The Reluctant Cannibal
I wake up on a meat hook surrounded by pieces of the dead. A family replete with butchers, practical jokers and psychos, and I insist on being different. Serves me right, I suppose. I’m a glutton for punishment and not for meat. I don’t even like the killing part. The time I saw Uncle Leathermask sticking a chainsaw in that hysterical blonde guy from Kilwinning still haunts me. It’s just a shame my family doesn’t believe in PTSD or hemophobia.
I can’t even tell what’s human and what’s animal. My family doesn’t do time for distinction. "So much to kill and so little time" is what granda used to say. He’ll be down there now looking up at us. What nature didn’t create, he made sure to nurture. Everything was game. But not to me. I can’t bear it. I close my eyes again and pray for release, but this place hides from God and divine intervention. Only the devil visits our farm in Stranraer.
Lumbering footsteps approach the meat locker. It’s Uncle Leathermask. No one moves like him or casually turns on a chainsaw for ambience. I can hear the demented whooping of Cousin Inbred behind him. The door flies open. I open one eye and see two butchers aprons covered in blood.
‘There’s the sensitive wan — the wee pussy.’
Cousin Inbred always reinforces the need for us to widen our gene pool. Uncle Leathermask comes up to my face and tilts his head to the side. For a man with a repulsive mask, his icy-blue eyes are the envy of everyone. It’s just a shame he’s practically mute and an irredeemable, homicidal lunatic.
‘Couldnae kill,’ he says. I hang corrected. ‘Couldnae eat human flesh. And noo he wants tae be a vegetarian! We’re no vegetarians!’
‘Aye, we eat meat,’ Cousin Inbred says. ‘Meat!’ Guy was born without the capability of an indoor voice.
‘Aw ah said was we’ll live longer. And it’s better for the environment if we don’t eat aw these people and animals aw the time. The emissions fae dairy farming is a major contributor tae global warming. Have you no noticed how much hotter it’s getting here?’
‘So?’ Uncle Leathermask says. ‘The heat slows doon the prey.’
‘But if we have mair greens and a plant-based diet, there’s a good chance we’ll live longer. Then we can still keep luring bait and…’ I can hardly bring myself to say it. ‘Killing.’
‘You’re no one ae us,’ Cousin Inbred says. ‘You a weirdo! Kill him, Unc! Before he tries tae escape again!’
‘If you let me get ma phone, ah’ll show you the literature.’
Uncle Leathermask pulls out his blood-spattered iPhone 8.
‘Show me then. And nae funny business or your face will be oan ma plate.’
‘Do it, Unc!’
Leathermask slaps Cousin Inbred’s face. And not before time.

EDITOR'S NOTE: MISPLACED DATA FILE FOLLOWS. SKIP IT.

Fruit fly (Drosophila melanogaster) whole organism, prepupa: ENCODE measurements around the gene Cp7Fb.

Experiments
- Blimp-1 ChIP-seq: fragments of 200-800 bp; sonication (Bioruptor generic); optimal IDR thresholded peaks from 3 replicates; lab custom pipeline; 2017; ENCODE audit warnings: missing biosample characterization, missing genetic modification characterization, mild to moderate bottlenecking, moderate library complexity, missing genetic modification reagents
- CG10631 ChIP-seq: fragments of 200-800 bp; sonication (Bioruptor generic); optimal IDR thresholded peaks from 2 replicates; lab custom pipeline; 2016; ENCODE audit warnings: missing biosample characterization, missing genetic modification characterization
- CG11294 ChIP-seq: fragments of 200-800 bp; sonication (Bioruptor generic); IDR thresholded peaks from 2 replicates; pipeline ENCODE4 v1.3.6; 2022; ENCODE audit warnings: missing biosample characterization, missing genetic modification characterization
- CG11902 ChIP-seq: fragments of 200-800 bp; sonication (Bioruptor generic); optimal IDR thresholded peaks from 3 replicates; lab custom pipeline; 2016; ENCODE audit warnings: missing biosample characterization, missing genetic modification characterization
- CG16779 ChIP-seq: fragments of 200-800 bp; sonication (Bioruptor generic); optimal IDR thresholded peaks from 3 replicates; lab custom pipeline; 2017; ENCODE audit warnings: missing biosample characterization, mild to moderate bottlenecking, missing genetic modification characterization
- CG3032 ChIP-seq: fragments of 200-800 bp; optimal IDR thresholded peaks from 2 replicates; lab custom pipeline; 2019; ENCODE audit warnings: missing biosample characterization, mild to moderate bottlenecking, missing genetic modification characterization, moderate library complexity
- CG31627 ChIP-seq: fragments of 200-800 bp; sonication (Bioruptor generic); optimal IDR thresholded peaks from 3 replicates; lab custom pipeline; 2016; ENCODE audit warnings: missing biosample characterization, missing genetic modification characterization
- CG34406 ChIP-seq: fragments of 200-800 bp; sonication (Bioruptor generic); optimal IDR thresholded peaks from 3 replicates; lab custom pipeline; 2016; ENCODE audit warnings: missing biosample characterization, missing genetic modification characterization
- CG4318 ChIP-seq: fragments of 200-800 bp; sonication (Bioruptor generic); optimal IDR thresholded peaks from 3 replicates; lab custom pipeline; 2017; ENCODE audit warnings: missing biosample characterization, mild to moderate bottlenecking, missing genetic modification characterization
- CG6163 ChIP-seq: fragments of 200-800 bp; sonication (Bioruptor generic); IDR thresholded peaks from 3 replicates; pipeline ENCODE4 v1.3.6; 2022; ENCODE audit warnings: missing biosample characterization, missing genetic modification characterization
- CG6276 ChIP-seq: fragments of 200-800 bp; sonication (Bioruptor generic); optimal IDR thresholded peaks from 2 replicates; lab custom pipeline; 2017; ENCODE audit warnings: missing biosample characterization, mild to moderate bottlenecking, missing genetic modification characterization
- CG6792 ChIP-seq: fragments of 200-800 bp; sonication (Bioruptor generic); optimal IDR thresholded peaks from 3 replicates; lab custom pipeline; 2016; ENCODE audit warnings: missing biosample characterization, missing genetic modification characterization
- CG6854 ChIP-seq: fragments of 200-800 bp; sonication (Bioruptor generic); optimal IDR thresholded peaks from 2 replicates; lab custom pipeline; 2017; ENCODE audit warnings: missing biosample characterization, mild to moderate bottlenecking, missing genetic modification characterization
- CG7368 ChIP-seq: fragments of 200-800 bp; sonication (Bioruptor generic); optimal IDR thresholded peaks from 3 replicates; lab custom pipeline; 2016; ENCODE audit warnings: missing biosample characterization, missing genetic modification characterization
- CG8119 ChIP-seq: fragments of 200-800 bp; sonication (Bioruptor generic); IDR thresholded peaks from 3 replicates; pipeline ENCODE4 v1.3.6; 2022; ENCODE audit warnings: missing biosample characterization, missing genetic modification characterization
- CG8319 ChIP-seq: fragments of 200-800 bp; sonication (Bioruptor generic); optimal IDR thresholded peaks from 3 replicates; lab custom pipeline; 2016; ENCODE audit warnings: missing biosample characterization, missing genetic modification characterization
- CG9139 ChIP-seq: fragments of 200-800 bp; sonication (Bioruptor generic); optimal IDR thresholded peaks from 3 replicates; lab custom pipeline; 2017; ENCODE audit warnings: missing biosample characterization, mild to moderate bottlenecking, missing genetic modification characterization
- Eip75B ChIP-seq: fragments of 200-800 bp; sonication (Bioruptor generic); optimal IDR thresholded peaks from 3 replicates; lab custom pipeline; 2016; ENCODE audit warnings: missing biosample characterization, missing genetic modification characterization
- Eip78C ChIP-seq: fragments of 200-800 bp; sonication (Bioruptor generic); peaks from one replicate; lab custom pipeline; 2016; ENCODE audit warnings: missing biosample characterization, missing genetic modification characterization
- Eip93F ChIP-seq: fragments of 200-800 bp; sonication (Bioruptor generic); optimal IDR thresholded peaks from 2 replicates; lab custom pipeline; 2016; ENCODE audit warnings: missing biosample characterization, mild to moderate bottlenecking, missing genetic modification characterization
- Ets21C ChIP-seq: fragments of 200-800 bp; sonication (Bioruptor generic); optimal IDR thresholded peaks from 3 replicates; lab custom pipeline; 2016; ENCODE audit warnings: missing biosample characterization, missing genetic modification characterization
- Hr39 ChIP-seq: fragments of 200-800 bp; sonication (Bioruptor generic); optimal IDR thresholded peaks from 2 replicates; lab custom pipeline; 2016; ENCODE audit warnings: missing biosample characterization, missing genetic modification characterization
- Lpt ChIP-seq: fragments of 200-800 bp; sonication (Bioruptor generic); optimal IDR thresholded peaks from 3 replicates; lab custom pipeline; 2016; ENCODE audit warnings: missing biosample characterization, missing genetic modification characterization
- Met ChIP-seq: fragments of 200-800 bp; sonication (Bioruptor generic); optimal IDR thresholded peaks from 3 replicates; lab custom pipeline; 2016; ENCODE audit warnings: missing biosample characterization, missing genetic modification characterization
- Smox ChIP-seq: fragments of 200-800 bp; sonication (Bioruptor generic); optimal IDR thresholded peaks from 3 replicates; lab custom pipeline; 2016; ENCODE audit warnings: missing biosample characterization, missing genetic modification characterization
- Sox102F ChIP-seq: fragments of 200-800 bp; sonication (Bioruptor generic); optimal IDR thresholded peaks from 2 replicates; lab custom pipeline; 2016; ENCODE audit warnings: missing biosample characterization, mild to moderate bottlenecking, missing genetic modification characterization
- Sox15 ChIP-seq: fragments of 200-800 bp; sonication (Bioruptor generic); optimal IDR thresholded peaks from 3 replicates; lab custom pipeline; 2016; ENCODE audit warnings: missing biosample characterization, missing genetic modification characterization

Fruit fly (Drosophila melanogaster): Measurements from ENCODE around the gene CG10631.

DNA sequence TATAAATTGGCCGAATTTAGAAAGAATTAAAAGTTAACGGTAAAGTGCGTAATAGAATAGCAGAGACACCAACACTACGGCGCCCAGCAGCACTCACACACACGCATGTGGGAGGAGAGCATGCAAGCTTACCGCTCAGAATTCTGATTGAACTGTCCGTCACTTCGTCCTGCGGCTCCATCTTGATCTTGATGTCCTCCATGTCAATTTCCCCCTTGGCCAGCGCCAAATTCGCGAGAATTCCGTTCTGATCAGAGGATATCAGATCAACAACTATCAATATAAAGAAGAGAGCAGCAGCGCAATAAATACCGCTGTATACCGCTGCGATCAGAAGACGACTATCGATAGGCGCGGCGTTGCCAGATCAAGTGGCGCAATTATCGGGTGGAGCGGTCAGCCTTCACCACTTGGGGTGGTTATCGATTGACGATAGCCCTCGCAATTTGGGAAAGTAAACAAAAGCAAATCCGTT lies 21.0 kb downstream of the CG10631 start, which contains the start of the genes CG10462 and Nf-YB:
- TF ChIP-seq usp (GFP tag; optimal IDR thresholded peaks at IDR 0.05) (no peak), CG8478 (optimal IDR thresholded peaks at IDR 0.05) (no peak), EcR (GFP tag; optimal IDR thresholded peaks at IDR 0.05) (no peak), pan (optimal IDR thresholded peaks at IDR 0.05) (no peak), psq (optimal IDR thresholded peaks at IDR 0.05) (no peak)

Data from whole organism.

‘Can you get me aff the hook first? It’s a bit restricting.’
I’ve never been so happy to put my feet on the floor. What a shit life I’ve led. I give my uncle’s phone a long overdue wipe with a Kleenex and conjure the basis of my arguments against cannibalism and eating meat. It doesn’t take long before he’s flailing around insanely with his trusty chainsaw. This is what you call the proper motivation.
Watch me run through this wasteland with a chainsaw-wielding maniac and a meat hook-carrying cousin inches from my skinny posterior. Survival has a way of keeping you on your toes.
‘Where is he, Unc?’
I watch the chainsaw come down on Cousin Inbred’s troglodyte face. I consider myself a pacifist, which is difficult under the circumstances, but that was probably for the best. The last thing we needed was Cousin Inbred pro-creating and perpetuating that Habsburg jaw.
Uncle Leathermask goes sawing through hedges instead of walking around them and keeps looking for me, a flashlight attached to the saw illuminating the ground before him. Subtlety has never been the family’s strong suit. He’s just lucky we don’t have a neighbourhood watch, or else we’d have been rumbled a long time ago.
I can hear the mouth-breathing above the sputtering chainsaw. I’m Stranraer’s next corpse unless I become death, the destroyer of worlds.
‘Here, veggie veggie!’
This is Stranraer’s worst uncle at his playful, verbose best. He only gets talkative during the hunt; then he reverts to a Buddhist monk without the trivial pacifism. I know I can’t hide up this tree forever, especially when my uncle and my cousins are having a kickabout in the next few hours with the head of that last victim.
Uncle Leathermask sniffs the air right beneath me. The guy is half Pitbull, and I’m half bacon. My stomach does a double somersault dismount and completes a dodgy fart on landing. We make eye contact—so much blue, so much terror.
‘Come down, nephew!’ Like calling me nephew will make me forget he’s a serial killer armed with a chainsaw.
I naturally refuse, and he doesn’t take it too well. I listen to the hellish sounds of a tree-hugger’s nightmare as my abominable uncle sets about my favourite tree with a chainsaw. I am without choice. I pull granda’s Luger from my pocket and drop it. Shit. Uncle Leathermask’s demented laughing dies with the chainsaw meeting the tree. The tree wobbles and threatens to topple. It’s time to act. I leap towards the luger, and everything goes darker than Cousin Inbred’s internet history.
I come back online surrounded by mutilated…parts.
‘Dinnae try tae get aff this hook,’ Uncle Leathermask says. ‘Granda wants you tae keep the family goan.’
Granda’s been dead for a while, but it’s not beyond the realms that my uncle has a direct line to him in Hell.
‘But nuthin. If it were up tae me, you’d be stew, but you’re the pet project, and my granda wants you to be a cannibal come hell or high water.’
John Tinney is a Glaswegian writer. You can find some of his work in 404 INK Literary Magazine, Every Day Fiction, Razur Cuts Magazine and other venues. Can be found on Twitter @johntinney888 and medium.com/@johntinney88